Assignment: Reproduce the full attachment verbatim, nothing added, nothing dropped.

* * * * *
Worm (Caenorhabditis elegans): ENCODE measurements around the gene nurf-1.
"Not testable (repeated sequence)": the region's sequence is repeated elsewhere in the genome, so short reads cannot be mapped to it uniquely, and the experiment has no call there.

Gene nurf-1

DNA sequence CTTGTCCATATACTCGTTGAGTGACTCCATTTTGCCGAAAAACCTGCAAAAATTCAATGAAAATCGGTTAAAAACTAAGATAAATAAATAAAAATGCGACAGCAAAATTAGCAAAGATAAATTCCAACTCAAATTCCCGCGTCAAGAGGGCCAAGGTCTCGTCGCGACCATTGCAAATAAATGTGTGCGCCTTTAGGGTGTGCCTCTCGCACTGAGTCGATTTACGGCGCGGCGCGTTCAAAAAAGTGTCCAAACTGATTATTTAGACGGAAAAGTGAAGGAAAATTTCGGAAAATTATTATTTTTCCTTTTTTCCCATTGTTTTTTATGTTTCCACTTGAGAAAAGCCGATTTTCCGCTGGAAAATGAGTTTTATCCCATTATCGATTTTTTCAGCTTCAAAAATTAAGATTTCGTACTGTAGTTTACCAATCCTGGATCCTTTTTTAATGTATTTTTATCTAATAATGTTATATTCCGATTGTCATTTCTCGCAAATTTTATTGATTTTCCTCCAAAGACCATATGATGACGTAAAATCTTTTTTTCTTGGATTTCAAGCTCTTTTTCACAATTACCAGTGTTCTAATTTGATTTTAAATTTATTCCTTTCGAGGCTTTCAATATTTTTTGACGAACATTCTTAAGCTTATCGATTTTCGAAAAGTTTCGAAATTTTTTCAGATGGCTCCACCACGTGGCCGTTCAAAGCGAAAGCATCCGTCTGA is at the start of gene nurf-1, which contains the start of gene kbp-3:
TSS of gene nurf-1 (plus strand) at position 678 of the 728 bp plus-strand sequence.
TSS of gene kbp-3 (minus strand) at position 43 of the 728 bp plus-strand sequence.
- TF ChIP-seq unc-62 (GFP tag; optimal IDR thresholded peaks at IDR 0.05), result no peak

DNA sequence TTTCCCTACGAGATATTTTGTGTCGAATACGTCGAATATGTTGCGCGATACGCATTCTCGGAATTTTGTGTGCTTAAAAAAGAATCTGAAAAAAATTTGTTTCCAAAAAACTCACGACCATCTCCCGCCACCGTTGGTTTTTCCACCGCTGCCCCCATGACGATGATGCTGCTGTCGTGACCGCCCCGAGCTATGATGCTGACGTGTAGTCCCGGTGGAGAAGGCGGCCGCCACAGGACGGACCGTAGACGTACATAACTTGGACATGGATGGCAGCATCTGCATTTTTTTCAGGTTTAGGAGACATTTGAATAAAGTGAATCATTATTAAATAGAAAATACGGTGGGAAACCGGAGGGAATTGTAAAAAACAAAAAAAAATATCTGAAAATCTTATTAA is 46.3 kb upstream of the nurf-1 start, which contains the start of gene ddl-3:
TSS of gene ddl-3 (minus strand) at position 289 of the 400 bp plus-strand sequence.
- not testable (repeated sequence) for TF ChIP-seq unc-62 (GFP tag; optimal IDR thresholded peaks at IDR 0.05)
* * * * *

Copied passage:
Worm (Caenorhabditis elegans): ENCODE measurements around the gene nurf-1.
"Not testable (repeated sequence)": the region's sequence is repeated elsewhere in the genome, so short reads cannot be mapped to it uniquely, and the experiment has no call there.

Gene nurf-1

DNA sequence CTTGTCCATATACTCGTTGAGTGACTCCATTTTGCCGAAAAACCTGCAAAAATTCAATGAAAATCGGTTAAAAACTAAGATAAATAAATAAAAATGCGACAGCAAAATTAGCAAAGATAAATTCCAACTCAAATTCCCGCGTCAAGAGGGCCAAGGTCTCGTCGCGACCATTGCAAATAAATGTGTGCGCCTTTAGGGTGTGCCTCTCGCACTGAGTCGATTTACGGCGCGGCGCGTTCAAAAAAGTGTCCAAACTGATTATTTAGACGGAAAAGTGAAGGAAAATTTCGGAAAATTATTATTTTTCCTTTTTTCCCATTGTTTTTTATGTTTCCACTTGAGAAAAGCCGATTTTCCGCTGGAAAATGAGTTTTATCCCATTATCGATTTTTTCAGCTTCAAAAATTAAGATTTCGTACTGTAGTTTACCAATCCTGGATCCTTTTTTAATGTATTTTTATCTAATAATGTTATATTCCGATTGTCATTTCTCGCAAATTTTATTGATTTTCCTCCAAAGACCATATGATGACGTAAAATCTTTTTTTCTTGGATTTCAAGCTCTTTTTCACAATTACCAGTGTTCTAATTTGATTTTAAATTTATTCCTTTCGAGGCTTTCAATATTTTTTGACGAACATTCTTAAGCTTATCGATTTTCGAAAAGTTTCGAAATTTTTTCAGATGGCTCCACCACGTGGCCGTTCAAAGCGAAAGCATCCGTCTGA is at the start of gene nurf-1, which contains the start of gene kbp-3:
TSS of gene nurf-1 (plus strand) at position 678 of the 728 bp plus-strand sequence.
TSS of gene kbp-3 (minus strand) at position 43 of the 728 bp plus-strand sequence.
- TF ChIP-seq unc-62 (GFP tag; optimal IDR thresholded peaks at IDR 0.05), result no peak

DNA sequence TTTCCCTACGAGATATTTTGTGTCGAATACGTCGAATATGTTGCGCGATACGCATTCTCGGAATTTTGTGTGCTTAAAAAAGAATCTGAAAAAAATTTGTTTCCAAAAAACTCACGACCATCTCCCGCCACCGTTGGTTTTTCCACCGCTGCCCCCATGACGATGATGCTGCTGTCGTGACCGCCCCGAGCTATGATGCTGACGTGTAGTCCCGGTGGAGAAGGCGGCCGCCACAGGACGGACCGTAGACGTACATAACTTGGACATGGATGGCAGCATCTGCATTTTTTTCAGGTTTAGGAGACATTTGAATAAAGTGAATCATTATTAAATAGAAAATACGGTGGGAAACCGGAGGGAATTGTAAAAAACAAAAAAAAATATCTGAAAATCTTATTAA is 46.3 kb upstream of the nurf-1 start, which contains the start of gene ddl-3:
TSS of gene ddl-3 (minus strand) at position 289 of the 400 bp plus-strand sequence.
- not testable (repeated sequence) for TF ChIP-seq unc-62 (GFP tag; optimal IDR thresholded peaks at IDR 0.05)